Article by Alicia Wallace, Denver Post
It may not have quite the same ring to it as a certain seven-digit phone number made famous by a 1980s pop hit, but 6,630,507 has become internet-famous since the U.S. Drug Enforcement Administration opted not to reschedule marijuana, leaving it in the category of drugs with no legitimate medical uses.
Since then, proponents of legalization have responded with a storm of social-media posts highlighting U.S. Patent No. 6,630,507, granted in 2003 to the U.S. Department of Health and Human Services and covering the potential use of non-psychoactive cannabinoids to protect the brain from damage or degeneration caused by certain diseases, such as cirrhosis. They’re telling the DEA to “talk to the hand,” writing “6,630,507” on their palms, hashtagging the number and linking to past articles on the topic.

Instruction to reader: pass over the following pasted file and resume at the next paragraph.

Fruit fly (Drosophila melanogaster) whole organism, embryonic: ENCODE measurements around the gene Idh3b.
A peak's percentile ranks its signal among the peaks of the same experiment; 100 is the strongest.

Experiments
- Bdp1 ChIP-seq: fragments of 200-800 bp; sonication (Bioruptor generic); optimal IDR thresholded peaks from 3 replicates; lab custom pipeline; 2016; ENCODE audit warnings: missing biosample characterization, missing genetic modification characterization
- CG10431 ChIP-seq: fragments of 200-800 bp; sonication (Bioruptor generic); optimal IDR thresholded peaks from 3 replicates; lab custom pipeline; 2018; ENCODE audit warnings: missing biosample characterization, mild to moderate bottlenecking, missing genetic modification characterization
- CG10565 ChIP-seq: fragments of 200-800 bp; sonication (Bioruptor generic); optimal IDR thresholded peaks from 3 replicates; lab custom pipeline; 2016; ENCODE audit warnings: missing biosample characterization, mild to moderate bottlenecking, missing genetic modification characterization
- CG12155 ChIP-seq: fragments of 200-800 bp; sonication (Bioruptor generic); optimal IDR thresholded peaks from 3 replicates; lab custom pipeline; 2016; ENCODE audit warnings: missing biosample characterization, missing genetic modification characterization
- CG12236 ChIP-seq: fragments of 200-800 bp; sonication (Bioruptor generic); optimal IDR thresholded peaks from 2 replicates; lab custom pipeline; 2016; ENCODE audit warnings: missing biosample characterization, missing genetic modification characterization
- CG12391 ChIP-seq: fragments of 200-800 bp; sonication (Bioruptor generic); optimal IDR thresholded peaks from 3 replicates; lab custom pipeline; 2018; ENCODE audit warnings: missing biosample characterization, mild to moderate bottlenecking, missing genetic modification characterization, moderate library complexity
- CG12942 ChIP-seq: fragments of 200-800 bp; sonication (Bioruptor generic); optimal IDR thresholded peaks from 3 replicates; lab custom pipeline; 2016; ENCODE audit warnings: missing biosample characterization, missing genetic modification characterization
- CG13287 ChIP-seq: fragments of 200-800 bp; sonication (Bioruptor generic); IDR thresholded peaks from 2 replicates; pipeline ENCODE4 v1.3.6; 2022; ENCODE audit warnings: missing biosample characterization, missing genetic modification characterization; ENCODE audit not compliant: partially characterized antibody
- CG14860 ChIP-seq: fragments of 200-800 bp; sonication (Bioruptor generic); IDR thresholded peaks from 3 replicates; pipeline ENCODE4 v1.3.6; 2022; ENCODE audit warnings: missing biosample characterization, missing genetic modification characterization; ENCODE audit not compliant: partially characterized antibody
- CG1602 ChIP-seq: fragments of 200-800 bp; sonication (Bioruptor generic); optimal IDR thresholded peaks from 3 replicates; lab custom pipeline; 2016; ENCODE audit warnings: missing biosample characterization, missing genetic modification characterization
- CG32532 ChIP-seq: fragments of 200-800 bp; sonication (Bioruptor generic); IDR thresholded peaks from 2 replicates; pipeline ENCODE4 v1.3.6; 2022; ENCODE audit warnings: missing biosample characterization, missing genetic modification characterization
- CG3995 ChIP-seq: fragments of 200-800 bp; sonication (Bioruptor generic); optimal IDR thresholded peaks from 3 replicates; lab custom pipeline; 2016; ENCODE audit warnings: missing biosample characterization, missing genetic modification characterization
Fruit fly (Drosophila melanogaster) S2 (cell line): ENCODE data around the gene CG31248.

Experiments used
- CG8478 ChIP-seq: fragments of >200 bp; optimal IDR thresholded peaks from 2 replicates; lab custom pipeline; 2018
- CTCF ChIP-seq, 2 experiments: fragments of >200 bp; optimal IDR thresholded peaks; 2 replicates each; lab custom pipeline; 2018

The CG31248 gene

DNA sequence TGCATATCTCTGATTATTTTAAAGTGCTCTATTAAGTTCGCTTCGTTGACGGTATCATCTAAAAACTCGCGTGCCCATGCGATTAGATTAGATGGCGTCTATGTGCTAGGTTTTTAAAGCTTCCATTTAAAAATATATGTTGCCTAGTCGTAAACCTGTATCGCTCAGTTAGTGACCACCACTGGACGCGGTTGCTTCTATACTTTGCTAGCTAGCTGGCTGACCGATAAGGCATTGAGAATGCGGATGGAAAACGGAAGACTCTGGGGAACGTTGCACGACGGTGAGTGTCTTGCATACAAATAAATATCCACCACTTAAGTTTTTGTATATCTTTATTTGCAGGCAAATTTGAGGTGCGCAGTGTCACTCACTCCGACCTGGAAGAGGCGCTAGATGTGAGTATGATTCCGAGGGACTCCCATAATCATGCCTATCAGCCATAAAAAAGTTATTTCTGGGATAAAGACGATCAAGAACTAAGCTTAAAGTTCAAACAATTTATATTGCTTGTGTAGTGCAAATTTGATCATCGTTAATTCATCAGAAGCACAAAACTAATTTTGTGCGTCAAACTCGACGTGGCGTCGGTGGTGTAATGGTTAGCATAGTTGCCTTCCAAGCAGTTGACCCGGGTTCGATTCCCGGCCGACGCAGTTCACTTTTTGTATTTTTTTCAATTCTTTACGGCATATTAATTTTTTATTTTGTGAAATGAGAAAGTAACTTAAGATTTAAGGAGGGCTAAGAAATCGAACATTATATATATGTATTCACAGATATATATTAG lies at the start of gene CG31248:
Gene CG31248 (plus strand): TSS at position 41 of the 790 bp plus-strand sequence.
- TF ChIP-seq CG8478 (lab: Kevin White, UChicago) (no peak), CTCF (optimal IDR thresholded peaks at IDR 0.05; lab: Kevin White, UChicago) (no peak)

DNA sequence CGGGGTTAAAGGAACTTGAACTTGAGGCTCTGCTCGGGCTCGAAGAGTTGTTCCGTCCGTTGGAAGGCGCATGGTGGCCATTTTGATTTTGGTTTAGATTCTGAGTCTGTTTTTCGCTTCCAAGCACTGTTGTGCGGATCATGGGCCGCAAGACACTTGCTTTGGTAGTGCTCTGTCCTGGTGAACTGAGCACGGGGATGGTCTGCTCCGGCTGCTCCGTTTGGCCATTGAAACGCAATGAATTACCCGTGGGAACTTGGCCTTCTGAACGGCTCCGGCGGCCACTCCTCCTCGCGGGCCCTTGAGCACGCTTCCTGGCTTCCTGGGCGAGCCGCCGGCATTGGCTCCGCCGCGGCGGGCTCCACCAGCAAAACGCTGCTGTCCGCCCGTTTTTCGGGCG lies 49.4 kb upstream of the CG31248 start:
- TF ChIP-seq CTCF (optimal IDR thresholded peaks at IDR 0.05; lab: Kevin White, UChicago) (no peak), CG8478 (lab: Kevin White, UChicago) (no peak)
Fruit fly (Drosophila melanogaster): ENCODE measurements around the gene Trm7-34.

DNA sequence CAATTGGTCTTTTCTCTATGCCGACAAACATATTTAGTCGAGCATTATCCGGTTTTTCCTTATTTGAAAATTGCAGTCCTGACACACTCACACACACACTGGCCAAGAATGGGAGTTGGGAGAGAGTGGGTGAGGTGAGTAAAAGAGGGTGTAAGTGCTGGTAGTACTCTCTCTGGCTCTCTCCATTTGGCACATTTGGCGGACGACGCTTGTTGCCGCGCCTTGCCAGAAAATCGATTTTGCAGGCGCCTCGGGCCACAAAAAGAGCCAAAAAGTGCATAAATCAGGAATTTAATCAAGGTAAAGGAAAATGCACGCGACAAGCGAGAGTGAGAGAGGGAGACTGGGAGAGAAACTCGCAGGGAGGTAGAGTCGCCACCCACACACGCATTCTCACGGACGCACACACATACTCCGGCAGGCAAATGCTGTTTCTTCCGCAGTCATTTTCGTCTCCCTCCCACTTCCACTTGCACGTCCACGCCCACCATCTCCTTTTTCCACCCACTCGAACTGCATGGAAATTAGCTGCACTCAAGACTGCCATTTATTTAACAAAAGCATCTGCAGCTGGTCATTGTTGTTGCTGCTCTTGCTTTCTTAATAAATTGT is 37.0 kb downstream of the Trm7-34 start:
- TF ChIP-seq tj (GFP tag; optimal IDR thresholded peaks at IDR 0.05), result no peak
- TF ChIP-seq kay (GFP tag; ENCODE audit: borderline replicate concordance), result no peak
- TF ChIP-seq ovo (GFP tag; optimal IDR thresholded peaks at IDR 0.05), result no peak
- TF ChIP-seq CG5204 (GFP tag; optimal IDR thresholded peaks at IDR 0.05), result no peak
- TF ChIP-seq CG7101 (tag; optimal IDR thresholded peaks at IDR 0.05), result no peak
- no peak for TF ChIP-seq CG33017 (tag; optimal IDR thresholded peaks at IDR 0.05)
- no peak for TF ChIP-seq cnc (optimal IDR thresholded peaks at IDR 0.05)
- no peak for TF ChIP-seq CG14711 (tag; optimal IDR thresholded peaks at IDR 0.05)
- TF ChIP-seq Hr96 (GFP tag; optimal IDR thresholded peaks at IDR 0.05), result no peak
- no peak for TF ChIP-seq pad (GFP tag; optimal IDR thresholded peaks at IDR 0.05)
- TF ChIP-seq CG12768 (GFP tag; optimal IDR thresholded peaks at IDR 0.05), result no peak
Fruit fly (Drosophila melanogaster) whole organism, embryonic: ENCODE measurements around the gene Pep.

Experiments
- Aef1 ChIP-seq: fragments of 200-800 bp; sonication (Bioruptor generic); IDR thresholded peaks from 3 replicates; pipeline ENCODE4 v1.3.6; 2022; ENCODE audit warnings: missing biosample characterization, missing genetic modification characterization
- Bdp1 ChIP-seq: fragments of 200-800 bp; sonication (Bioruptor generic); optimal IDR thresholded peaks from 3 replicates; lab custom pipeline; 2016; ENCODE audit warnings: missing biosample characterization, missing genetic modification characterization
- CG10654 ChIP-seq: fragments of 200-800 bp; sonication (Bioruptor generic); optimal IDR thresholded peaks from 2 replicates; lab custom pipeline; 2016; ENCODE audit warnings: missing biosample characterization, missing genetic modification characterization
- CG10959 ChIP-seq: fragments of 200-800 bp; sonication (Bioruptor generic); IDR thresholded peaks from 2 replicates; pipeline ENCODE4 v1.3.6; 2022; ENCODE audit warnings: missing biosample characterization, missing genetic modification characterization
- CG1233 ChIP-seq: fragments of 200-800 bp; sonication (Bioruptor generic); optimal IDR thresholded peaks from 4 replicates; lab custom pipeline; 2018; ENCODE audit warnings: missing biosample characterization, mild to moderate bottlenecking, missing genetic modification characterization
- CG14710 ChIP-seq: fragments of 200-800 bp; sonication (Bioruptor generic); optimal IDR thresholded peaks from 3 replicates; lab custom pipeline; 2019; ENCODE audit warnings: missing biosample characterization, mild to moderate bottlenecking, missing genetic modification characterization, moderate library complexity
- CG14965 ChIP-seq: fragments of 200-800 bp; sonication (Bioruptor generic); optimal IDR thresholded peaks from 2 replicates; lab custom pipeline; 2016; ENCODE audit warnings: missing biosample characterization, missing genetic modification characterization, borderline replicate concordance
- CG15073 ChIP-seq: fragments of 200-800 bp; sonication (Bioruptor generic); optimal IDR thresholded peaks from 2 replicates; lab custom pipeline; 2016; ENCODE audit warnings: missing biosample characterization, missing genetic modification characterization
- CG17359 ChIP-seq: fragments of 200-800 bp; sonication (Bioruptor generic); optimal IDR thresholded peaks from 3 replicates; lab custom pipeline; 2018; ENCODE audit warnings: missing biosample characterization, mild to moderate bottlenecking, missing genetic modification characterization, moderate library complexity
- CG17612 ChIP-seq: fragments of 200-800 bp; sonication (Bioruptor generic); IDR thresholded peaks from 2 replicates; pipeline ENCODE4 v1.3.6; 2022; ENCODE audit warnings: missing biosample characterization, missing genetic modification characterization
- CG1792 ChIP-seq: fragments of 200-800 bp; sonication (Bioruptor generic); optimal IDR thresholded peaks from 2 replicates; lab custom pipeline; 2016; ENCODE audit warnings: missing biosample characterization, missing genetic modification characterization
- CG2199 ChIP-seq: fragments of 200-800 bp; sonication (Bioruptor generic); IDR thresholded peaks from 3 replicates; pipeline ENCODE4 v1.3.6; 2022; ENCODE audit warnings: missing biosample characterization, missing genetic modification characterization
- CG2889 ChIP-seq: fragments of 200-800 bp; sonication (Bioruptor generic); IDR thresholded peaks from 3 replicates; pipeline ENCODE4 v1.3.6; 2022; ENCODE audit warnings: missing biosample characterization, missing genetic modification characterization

The intent of the posts is symbolic, said Sam Mendez, an intellectual property and public policy lawyer who serves as the executive director of the University of Washington’s Cannabis Law & Policy Project.
“Naturally, it shows that there is a certain amount of hypocrisy that there is ‘no accepted medical use’ for cannabis according to federal law,” Mendez said. “And yet here you have the very same government owning a patent for, ostensibly, a medical use for marijuana.”